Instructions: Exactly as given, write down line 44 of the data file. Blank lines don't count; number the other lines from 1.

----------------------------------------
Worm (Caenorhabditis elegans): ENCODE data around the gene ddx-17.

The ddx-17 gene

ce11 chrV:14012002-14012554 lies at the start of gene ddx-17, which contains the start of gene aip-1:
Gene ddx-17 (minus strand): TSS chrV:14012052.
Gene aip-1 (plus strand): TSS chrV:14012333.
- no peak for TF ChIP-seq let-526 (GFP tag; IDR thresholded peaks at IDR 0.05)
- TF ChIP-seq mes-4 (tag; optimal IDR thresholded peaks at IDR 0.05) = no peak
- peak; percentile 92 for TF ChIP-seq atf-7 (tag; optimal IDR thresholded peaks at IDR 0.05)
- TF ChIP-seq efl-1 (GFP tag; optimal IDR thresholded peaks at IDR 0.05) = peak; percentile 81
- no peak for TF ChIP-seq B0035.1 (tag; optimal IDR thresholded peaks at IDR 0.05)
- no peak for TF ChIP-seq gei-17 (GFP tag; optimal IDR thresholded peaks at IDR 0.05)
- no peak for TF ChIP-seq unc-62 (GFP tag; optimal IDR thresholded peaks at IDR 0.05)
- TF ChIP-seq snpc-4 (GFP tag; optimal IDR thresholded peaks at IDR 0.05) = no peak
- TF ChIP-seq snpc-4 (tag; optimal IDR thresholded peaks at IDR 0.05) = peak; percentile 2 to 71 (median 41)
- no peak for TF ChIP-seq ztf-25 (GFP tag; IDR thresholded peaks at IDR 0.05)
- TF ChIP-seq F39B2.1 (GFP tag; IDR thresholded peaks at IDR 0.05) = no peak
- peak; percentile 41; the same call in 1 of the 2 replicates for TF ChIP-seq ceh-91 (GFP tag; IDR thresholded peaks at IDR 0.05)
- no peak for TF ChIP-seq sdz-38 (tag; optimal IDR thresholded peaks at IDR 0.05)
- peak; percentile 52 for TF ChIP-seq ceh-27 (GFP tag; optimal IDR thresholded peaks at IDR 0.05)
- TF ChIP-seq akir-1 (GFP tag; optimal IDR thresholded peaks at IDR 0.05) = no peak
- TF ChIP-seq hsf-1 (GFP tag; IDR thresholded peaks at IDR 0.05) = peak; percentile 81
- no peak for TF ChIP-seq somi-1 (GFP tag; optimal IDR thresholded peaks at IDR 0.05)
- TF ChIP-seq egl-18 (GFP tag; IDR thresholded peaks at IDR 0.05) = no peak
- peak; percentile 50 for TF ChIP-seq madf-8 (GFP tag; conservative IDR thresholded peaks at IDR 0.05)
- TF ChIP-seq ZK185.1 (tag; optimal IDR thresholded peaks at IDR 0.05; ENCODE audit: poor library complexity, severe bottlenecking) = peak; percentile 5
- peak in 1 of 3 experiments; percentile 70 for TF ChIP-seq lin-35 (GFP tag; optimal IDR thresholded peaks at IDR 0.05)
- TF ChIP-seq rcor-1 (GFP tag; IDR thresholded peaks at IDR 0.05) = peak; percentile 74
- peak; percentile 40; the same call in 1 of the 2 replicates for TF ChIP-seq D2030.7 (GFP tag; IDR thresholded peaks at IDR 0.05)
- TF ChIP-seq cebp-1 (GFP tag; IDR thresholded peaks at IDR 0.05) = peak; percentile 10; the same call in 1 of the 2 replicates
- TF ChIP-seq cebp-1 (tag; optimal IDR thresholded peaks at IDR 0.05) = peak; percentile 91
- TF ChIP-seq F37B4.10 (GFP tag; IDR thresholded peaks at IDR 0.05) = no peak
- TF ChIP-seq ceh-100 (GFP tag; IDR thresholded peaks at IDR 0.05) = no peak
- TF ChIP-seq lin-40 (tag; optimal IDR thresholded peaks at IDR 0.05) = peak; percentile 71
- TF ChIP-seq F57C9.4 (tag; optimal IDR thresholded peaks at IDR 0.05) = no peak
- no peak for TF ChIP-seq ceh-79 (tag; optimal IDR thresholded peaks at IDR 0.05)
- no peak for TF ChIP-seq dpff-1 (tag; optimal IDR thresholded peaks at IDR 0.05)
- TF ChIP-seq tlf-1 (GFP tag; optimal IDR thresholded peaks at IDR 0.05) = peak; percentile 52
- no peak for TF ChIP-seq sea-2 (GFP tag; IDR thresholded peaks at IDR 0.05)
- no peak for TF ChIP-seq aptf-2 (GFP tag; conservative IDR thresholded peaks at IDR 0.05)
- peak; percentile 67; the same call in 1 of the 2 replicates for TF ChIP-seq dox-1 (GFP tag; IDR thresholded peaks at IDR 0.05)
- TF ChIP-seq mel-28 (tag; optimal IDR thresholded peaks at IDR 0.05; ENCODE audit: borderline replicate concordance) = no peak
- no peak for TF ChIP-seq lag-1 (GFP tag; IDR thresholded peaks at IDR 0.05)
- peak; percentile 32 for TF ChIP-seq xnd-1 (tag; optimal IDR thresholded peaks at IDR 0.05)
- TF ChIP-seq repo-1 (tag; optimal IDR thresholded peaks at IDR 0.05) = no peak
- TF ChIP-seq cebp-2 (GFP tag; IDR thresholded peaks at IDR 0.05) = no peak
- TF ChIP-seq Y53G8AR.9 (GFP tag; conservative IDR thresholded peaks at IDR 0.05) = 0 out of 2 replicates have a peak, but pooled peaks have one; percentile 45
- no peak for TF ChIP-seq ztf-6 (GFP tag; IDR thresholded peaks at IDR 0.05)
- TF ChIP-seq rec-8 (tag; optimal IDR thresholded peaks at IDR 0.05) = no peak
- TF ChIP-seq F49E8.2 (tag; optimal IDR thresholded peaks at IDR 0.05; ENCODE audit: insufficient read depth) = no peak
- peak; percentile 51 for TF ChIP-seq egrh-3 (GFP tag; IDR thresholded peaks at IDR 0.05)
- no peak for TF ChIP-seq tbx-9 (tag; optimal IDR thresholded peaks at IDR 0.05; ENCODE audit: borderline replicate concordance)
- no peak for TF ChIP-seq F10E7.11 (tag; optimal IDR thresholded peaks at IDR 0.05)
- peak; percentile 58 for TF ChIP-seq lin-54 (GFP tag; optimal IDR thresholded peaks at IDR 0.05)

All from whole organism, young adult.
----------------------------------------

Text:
- TF ChIP-seq repo-1 (tag; optimal IDR thresholded peaks at IDR 0.05) = no peak